We have small ACs for our living/dining room and each of two bedrooms. And we turn them on only when we think we need to adjust the room temperature or humidity. OF COURSE we turn them off when we go out, even just for a grocery shopping. They are not a central AC for the whole house which keeps on working even while the house is empty and waiting for a new buyer.
Now, after staying in southeast Texas for 5 years, I know that would sound somewhat pre-historic or uncivilized for a lot of Americans. I understand that.
When we moved to the US, I learned it's not allowed to dry my laundry outside (like on the balcony) at our apartment. I learned we are basically only supposed to adjust the thermostat and toggle cool/warm switch on our AC, only from time to time. We bought a washer and a dryer at BEST BUY, and found out the temperature comfortable for both me (who like it warmer) and my husband (who like it cooler). We got used to it.
I have read about a Japanese lady who married to an American and was living in New Mexico (or Arizona. Somewhere in the Southwest.), who couldn't dare to use "excess and meaningless energy" for drying their laundry and tried drying bed linens in their backyard. I understood her way of thinking, but couldn't agree her with "Americans are wrong, Japanese are right about saving energy" kind of implication she was trying to make.
Yes, saving energy is very important and urgent issue for us all. I don't deny that. But, there are reasons for any "common" way of life. That Japanese lady finally admitted that not using a dryer makes bed sheets so hard (because of the hard water they have from the tap) almost unable to sleep on, and gave up. I really think it's necessary to use a dryer in snowy winter of Northern countries to keep the family healthy. I know for a fact that turning the AC off in southeast Texas in summer temperature (which starts in March and doesn't end even in October) can be a serious health threats for elders and infants.
In Japan, energy is expensive. We try to use less energy not because it saves the earth. We do it just to save money.
I have my September bill for electricity (charges for 8/11~9/9, the second most usage in this year) here. We used 372 kWh and owe 8,145 yen (about 90 US$) to them. I tried to figure out how much we would pay if we were in Texas, and visited Entergy web site. They have "A typical residential bill calculation, using 1000 kWh of electricity usage." Ha. We are not even on a same ground. (FYI, the model bill says the price is $86.47. Roughly speaking, the same cost for three times more usage.)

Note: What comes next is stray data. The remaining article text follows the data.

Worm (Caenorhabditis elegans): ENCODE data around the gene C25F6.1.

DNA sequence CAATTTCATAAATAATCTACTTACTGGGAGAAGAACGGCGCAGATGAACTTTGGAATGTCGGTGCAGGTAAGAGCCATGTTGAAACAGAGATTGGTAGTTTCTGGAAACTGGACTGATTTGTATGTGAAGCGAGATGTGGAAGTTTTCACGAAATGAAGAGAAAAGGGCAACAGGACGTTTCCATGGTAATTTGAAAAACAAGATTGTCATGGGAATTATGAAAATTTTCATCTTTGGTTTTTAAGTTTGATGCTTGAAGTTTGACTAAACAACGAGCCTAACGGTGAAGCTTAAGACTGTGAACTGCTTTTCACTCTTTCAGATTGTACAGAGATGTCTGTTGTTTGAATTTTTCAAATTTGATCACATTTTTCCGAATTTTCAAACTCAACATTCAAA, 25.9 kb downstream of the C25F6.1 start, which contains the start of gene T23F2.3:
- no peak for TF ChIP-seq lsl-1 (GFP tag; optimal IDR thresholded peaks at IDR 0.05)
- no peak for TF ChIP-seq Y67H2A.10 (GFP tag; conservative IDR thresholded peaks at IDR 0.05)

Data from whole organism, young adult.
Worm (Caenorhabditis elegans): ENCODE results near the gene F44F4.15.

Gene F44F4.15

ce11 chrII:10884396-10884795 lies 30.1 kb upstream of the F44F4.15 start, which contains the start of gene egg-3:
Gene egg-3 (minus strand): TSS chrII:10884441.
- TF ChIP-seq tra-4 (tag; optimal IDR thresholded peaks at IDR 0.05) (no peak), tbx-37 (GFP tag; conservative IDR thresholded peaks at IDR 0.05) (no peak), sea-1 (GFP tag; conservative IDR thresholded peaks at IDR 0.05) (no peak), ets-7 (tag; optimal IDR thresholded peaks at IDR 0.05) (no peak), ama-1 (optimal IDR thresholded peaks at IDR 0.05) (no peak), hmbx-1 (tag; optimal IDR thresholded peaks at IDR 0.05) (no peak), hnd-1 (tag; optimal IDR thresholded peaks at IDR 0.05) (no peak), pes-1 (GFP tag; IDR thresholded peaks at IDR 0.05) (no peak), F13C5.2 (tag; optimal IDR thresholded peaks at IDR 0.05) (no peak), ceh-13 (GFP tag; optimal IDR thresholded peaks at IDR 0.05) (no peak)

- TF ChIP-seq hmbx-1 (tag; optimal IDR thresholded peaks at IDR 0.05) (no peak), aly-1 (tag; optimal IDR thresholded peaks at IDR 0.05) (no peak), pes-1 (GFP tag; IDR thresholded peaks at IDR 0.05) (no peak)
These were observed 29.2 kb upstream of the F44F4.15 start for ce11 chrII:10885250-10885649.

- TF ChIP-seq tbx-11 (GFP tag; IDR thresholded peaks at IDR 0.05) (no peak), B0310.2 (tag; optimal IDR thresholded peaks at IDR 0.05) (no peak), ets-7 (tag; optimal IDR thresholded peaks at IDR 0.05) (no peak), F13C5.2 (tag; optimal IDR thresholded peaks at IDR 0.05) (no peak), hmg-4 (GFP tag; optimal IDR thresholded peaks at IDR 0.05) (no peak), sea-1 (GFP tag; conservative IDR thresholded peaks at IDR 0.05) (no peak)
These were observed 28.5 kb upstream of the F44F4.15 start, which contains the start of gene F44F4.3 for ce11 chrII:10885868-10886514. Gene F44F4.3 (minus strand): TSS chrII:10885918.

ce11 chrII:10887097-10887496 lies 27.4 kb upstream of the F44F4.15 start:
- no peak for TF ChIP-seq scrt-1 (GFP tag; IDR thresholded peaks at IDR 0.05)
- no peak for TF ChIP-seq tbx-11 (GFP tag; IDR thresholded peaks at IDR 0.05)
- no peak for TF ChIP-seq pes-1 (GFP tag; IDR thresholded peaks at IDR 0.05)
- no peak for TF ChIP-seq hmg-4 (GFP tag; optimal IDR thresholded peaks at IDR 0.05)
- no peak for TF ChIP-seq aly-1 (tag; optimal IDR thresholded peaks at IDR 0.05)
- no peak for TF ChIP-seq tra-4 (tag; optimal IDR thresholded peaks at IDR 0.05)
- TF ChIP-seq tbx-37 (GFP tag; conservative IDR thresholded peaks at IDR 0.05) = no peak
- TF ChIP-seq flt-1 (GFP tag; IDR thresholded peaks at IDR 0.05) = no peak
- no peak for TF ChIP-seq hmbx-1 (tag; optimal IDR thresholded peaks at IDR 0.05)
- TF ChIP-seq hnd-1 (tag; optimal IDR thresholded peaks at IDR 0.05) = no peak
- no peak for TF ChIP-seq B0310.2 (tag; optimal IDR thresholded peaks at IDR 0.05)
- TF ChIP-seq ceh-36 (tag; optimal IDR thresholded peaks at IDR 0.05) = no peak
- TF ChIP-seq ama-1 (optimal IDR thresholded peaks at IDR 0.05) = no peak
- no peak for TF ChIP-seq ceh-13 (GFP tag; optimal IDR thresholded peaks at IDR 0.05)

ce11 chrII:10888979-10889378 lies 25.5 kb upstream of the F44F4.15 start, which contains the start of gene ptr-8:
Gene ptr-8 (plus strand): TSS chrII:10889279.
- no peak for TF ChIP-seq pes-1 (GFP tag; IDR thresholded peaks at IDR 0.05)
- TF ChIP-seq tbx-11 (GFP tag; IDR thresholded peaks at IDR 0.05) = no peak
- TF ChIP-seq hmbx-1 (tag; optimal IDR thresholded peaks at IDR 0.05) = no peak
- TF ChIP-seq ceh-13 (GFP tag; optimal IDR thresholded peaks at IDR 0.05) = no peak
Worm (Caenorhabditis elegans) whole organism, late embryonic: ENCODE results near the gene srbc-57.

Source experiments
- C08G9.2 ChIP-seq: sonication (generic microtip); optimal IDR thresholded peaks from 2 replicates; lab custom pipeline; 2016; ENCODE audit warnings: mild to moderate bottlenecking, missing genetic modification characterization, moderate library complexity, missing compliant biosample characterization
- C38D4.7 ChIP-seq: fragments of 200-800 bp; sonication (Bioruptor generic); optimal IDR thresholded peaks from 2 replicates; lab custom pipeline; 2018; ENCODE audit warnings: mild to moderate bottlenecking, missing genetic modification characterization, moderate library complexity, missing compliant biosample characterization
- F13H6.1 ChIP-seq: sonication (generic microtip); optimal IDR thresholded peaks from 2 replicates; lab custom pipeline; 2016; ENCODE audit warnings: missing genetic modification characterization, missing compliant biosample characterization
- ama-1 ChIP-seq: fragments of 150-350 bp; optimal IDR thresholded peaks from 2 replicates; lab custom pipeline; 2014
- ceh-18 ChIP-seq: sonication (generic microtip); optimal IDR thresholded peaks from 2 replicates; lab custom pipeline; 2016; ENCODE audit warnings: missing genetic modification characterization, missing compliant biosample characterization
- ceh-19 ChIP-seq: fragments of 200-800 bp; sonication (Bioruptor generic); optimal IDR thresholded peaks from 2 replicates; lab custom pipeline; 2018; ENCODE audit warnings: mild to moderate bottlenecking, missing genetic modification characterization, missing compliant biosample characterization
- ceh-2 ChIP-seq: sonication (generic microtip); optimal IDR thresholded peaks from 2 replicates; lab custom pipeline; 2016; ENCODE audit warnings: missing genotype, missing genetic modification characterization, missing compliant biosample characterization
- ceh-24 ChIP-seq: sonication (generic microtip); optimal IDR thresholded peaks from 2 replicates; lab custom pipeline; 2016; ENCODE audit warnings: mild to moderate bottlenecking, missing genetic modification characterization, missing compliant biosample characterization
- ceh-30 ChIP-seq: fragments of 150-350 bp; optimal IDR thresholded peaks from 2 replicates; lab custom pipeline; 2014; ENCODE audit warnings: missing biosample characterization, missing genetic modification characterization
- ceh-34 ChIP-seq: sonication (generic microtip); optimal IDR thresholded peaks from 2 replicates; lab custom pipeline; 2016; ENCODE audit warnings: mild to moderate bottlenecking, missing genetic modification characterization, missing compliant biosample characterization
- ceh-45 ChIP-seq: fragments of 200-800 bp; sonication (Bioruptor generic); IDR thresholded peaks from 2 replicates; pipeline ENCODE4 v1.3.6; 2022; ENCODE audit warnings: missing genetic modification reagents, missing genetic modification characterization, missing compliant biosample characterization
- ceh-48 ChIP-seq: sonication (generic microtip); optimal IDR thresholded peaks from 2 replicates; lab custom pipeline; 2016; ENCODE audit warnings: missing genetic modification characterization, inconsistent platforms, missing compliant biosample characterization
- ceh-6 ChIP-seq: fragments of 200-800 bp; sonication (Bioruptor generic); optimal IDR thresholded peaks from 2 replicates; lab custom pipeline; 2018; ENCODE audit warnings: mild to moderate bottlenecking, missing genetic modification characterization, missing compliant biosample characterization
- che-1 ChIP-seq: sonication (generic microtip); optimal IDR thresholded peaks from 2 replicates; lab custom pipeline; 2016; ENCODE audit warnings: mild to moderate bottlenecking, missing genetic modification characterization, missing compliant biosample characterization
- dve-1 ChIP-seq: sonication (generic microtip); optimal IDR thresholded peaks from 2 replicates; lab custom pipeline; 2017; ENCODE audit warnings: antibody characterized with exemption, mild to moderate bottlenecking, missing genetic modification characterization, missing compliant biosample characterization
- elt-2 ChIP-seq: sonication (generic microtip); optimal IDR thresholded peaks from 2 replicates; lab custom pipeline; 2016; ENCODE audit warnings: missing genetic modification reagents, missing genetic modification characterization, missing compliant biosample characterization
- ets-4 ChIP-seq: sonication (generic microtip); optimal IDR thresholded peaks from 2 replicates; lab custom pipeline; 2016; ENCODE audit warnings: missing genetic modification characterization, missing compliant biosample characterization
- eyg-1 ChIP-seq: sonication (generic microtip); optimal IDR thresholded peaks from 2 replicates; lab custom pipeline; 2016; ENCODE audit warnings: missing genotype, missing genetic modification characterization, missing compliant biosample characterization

While thinking about this, my trusty washer told me the load is done with a lovely melody (I guess it's a phrase from some famous Classic music. Please don't ask me further.) I got my damp laundry out and brought them to the balcony, hung them on the clothes line (bar, actually) to make this scene;
We have restrictions for the laundry drying on the balcony in the apartment rules, not to let the laundries seen from outside nor to hang mattresses/rugs on the fence. Otherwise, we would buy one of these and hang our laundries as high as possible.
Like my husband's maternal grandmother (may her soul in peace), we like to hang our laundry as close as to the sun, "so it will dry quickly." My husband says she believed that the closer, the quicker.
Even though he laughs off her "not-so-scientific" reasoning, his laugh is a very warm one. We believe in the antiseptic power of the sunshine. The belief takes the form of a knowledge about ultraviolet, but I'd say it's a primitive awe we have to the sun. I think it's the way we worship the sun in everyday life.
The same kind of awe to the air itself can be the reason we turn off AC and let breezes in.
So, call us uncivilized. In the sense we haven't lost our indigenous, primitive eyes to the nature, we are.